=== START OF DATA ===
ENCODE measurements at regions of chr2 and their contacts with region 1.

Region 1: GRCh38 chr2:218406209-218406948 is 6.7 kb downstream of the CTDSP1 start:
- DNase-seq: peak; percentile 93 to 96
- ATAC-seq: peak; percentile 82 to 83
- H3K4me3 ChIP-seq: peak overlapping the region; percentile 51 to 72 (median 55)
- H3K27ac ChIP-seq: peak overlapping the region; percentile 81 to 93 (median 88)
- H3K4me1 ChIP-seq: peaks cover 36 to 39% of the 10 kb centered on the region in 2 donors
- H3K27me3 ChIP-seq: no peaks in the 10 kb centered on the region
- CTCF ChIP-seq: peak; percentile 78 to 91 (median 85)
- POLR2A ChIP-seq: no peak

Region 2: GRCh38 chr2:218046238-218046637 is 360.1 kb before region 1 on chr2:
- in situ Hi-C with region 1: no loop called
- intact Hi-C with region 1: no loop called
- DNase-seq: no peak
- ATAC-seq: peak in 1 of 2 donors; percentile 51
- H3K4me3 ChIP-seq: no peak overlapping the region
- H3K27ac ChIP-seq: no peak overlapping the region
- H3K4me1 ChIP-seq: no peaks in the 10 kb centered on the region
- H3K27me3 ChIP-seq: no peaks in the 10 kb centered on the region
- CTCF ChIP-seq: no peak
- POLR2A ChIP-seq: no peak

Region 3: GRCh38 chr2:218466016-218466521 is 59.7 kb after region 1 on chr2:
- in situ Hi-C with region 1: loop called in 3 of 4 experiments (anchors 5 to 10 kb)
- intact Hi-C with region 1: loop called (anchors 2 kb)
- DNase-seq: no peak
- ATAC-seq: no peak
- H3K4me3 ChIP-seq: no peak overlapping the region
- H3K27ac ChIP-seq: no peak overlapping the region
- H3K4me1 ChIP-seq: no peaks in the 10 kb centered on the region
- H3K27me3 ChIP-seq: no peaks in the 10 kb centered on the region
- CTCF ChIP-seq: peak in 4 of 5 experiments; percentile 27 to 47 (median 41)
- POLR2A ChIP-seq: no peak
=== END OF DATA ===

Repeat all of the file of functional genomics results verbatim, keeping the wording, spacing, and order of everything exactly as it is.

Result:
ENCODE measurements at regions of chr2 and their contacts with region 1.

Region 1: GRCh38 chr2:218406209-218406948 is 6.7 kb downstream of the CTDSP1 start:
- DNase-seq: peak; percentile 93 to 96
- ATAC-seq: peak; percentile 82 to 83
- H3K4me3 ChIP-seq: peak overlapping the region; percentile 51 to 72 (median 55)
- H3K27ac ChIP-seq: peak overlapping the region; percentile 81 to 93 (median 88)
- H3K4me1 ChIP-seq: peaks cover 36 to 39% of the 10 kb centered on the region in 2 donors
- H3K27me3 ChIP-seq: no peaks in the 10 kb centered on the region
- CTCF ChIP-seq: peak; percentile 78 to 91 (median 85)
- POLR2A ChIP-seq: no peak

Region 2: GRCh38 chr2:218046238-218046637 is 360.1 kb before region 1 on chr2:
- in situ Hi-C with region 1: no loop called
- intact Hi-C with region 1: no loop called
- DNase-seq: no peak
- ATAC-seq: peak in 1 of 2 donors; percentile 51
- H3K4me3 ChIP-seq: no peak overlapping the region
- H3K27ac ChIP-seq: no peak overlapping the region
- H3K4me1 ChIP-seq: no peaks in the 10 kb centered on the region
- H3K27me3 ChIP-seq: no peaks in the 10 kb centered on the region
- CTCF ChIP-seq: no peak
- POLR2A ChIP-seq: no peak

Region 3: GRCh38 chr2:218466016-218466521 is 59.7 kb after region 1 on chr2:
- in situ Hi-C with region 1: loop called in 3 of 4 experiments (anchors 5 to 10 kb)
- intact Hi-C with region 1: loop called (anchors 2 kb)
- DNase-seq: no peak
- ATAC-seq: no peak
- H3K4me3 ChIP-seq: no peak overlapping the region
- H3K27ac ChIP-seq: no peak overlapping the region
- H3K4me1 ChIP-seq: no peaks in the 10 kb centered on the region
- H3K27me3 ChIP-seq: no peaks in the 10 kb centered on the region
- CTCF ChIP-seq: peak in 4 of 5 experiments; percentile 27 to 47 (median 41)
- POLR2A ChIP-seq: no peak